The ocean is not the only place that dolphins make their home. You can also find these beautiful and curious creatures across rivers in Southeast Asia and South America. Today we will be discussing the biggest River Dolphin in the world, the Amazon River Dolphin. While the river dolphins are very closely related to their cousins in the sea, there are a lot of physical and behavioral differences between them. They are commonly referred to as the “pink river dolphin” because the adults acquire a pink color to their skin caused by repeated abrasion and exposure to the sun. They live in relatively shallow murky waters which makes it almost impossible to see. They rely on the big melon on top of their head, using echolocation to navigate and hunt for prey. Unlike their cousins in the ocean, the river dolphin has an unfused vertebrae which means they can turn their heads 90 degrees (what?!). This helps them be more flexible and find food more efficiently in the close confines of the coursing river. River dolphins feed on fish, crab, shrimp, and just about anything else it wants to in the river. They have no real natural predator.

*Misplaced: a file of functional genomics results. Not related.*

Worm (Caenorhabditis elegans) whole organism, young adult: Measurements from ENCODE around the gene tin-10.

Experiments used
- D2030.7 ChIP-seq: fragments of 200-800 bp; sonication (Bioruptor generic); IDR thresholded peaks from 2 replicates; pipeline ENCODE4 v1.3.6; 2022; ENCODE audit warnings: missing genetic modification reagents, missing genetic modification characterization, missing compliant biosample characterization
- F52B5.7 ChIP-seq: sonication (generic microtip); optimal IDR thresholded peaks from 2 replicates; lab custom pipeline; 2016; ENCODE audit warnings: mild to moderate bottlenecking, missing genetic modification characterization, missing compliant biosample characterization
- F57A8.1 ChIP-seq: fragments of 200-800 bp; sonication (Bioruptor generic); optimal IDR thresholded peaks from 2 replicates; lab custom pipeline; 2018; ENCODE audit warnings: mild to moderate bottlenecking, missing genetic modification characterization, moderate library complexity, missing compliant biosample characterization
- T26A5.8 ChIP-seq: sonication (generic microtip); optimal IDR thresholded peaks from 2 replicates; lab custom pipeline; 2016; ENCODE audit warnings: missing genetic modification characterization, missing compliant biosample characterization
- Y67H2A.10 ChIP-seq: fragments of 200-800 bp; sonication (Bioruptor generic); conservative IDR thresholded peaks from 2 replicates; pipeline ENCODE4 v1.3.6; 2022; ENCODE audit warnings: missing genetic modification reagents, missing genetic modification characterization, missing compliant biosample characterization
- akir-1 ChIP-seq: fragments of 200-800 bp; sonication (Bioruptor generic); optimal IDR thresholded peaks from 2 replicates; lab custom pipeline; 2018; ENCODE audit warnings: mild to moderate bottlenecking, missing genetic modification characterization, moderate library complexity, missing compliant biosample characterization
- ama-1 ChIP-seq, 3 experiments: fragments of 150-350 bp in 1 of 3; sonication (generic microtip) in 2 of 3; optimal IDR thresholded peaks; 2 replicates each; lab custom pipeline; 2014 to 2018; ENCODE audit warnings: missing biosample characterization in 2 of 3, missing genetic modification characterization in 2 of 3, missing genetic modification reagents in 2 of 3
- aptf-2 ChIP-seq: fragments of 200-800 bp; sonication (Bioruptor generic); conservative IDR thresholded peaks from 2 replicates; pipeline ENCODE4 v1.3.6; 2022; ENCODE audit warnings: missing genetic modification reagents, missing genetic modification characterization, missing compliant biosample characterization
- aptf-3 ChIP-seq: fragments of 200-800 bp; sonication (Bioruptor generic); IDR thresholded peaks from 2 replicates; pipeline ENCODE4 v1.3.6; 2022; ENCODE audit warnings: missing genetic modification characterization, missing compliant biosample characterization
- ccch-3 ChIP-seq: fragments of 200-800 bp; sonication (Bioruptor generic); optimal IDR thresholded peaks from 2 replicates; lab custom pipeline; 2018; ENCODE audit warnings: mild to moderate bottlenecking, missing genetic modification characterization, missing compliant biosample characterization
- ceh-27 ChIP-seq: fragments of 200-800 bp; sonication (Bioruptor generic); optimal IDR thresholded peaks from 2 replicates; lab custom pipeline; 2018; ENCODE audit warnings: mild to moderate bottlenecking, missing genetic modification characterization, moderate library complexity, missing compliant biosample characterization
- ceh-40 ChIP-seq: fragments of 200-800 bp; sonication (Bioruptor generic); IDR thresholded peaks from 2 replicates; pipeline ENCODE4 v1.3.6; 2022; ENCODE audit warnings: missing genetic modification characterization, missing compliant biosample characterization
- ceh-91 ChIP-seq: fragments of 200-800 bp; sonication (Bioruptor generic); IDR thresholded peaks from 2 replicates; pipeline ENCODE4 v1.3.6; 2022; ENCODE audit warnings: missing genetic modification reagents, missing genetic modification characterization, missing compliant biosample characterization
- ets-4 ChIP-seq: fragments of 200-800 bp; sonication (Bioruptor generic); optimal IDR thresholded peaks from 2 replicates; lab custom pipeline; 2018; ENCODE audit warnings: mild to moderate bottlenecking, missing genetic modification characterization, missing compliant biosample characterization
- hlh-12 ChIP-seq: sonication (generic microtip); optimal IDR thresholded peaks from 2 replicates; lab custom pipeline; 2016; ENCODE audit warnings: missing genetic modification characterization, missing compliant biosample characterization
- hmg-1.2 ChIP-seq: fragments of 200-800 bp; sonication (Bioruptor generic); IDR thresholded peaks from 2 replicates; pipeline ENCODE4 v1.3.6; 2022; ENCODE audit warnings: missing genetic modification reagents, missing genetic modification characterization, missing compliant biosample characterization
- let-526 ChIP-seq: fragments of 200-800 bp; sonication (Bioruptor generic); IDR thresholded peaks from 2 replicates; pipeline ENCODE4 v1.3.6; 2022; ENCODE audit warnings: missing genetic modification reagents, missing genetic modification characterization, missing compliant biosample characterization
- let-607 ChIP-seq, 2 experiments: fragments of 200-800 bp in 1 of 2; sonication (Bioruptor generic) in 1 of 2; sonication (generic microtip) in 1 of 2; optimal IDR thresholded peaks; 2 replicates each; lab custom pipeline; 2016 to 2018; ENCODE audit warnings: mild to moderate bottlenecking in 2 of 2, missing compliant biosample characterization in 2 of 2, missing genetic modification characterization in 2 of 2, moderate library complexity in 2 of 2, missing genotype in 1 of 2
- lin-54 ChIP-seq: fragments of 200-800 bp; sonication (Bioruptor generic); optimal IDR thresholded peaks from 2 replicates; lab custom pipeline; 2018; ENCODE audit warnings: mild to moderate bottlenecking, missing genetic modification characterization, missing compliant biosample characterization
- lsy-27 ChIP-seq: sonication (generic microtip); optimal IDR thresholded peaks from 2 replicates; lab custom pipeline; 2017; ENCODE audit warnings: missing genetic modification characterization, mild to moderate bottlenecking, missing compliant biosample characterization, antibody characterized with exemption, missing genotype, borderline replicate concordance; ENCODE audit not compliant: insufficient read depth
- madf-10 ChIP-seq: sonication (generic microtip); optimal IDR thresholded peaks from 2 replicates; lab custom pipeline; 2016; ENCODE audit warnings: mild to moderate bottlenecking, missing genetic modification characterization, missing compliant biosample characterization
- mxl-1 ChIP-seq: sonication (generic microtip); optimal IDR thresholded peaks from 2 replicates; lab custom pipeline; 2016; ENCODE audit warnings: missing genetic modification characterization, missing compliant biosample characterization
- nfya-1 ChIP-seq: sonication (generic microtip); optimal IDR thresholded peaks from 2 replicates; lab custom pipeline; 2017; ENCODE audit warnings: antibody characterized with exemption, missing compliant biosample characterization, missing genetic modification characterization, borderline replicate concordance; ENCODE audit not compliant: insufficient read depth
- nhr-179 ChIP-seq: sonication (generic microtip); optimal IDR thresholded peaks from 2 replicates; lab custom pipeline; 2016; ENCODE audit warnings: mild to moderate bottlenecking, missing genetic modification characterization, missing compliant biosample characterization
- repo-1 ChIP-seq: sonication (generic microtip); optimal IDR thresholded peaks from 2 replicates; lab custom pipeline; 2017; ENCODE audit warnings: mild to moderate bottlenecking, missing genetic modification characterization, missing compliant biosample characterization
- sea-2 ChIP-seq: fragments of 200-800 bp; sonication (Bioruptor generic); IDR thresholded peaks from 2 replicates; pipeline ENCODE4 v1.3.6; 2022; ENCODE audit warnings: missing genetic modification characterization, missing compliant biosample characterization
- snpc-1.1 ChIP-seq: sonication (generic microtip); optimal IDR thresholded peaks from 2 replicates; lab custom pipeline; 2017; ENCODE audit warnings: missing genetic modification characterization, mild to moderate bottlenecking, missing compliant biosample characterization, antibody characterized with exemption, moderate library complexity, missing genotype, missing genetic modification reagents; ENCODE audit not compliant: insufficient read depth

While there are many differences between the river dolphin and the ocean dolphin, one thing they have in common is that they are both vulnerable to being endangered and even extinct. The Amazon River dolphin faces threats from humans on many fronts. Just as the jaguar or sloth in the amazon relies on the river for survival, the river dolphin equally relies on the actual rainforest. The River dolphins habitat is thousands of miles of flooded rainforest during the wet season and deforestation is a grave threat to the species. That combined with the mass amounts of pollutants entering the water system every day, you realize how vulnerable this animal really is.
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